News / South Africa

Yadhana Jadoo
2 minute read
5 Apr 2017
5:01 am

Zuma ‘unlikely to go down without a fight’

Yadhana Jadoo

Analysts said the ANC should use the 'dignified lifeline' from its alliance partners to 'correct' itself.

President Jacob Zuma playing chess with 13-year old Nokwanda Gcaba during the annual Jacob G Zuma Chess Tournament in Mandeni, KZN. Has he been playing chess with SA this whole time? Picture: Twitter @PresidencyZA

The ANC has been handed a “dignified lifeline” by the SA African Communist Party (SACP) and trade union federation Cosatu in their call for President Jacob Zuma to step down following his Cabinet reshuffle last week.

According to political analysts, it’s time to make right for the ruling party. However, Zuma is unlikely to go down without a fight.

Cosatu is the latest organisation to call for Zuma’s head following Monday afternoon’s downgrade to “junk” status of South Africa’s sovereign credit rating by ratings agency Standard & Poor’s (S&P) Global.

Zuma last week axed finance minister Pravin Gordhan and his deputy Mcebisi Jonas, resulting in widespread outcry, from civil society to opposition parties and members of the ruling party and its veterans.

“This is pressure when members in the tripartite alliance call for this. They are supposed to be united. So this cannot be looked at as normal,” said political analyst Ralph Mathekga.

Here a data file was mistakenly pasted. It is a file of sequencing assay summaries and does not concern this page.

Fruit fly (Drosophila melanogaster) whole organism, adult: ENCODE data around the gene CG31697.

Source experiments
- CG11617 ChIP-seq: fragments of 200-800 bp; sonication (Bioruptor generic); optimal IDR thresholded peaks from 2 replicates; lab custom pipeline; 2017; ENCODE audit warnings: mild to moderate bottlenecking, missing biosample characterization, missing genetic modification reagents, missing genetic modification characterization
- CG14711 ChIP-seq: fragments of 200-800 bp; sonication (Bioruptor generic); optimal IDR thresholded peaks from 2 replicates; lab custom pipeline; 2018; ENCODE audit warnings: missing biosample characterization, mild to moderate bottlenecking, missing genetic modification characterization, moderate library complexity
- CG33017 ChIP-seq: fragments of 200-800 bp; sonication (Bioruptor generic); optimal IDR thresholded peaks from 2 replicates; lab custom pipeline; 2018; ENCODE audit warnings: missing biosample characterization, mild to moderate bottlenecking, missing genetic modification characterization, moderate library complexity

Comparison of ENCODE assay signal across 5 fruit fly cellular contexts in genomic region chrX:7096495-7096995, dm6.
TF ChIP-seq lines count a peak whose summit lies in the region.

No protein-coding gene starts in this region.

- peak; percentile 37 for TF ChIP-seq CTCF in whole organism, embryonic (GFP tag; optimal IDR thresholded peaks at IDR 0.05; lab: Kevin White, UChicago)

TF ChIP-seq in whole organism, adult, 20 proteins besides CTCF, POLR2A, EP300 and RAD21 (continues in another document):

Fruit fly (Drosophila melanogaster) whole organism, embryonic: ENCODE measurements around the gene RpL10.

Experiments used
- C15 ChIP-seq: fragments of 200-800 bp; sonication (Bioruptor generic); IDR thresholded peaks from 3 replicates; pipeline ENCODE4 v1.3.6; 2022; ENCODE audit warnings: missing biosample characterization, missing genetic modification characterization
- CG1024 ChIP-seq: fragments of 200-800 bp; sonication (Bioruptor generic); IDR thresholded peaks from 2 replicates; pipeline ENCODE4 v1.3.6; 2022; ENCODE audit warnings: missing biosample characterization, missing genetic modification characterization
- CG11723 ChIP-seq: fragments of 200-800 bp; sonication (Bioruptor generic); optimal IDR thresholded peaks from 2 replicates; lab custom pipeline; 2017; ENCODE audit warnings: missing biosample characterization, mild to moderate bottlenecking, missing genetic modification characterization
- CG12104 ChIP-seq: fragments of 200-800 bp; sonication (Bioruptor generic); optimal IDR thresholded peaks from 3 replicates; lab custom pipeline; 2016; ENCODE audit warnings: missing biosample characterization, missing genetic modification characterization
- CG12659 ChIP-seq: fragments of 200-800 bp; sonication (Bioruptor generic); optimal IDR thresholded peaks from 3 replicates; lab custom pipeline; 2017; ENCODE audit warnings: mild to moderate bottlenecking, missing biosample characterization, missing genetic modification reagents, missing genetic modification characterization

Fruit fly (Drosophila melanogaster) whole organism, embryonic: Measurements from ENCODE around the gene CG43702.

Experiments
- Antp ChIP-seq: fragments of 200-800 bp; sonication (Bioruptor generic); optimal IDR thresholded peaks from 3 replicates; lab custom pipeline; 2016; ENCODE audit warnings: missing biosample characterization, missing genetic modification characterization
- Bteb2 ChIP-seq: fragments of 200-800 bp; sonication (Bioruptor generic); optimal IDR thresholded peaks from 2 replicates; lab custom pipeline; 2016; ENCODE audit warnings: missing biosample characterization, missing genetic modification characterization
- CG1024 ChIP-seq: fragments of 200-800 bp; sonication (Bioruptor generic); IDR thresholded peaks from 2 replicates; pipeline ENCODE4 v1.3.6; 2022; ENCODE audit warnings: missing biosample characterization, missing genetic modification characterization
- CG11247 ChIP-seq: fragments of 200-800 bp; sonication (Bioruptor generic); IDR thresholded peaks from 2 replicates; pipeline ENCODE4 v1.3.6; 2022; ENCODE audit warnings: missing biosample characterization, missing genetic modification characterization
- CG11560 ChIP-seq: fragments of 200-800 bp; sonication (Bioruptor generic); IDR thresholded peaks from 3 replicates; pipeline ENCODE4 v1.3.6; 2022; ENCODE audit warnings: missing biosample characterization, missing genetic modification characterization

“Here is an opportunity to correct the ANC – the SACP and Cosatu are throwing them a dignified lifeline.

“For them to be helped by the DA is not workable, so working in the alliance will bring a difference. I am glad Cosatu came into the fray.”

Mathekga said ousting Zuma could potentially lead to chaos  – as IFP leader Mangosuthu Buthelezi stated on Monday – with a chance of violence ensuing.

“We have hot-headed ANC Youth League members who are ready to defend [Zuma].”

Therefore, quick solutions to ending the Zuma reign were not the answer, as people wanted, he added.

“There need to be conversations within the ANC itself.”

Political analyst Andre Duvenhage pointed to the public groundswell against Zuma, the opposition’s motion of no confidence it seeks in parliament, the EFF’s legal bid with the Constitutional Court to impeach the president and the ANC’s integrity committee’s letter asking him to step down.

“There is a tide against Zuma. This is the biggest and strongest mobilisation against him in his term as president.

“This has to reach a coordinated open revolt. There is huge pressure for him to step down – but it’s not in his political DNA to comply.”

Duvenhage predicated a “huge battle” within the ANC and its structures for Zuma to step down.

“But it is not impossible that he could win the battle.”

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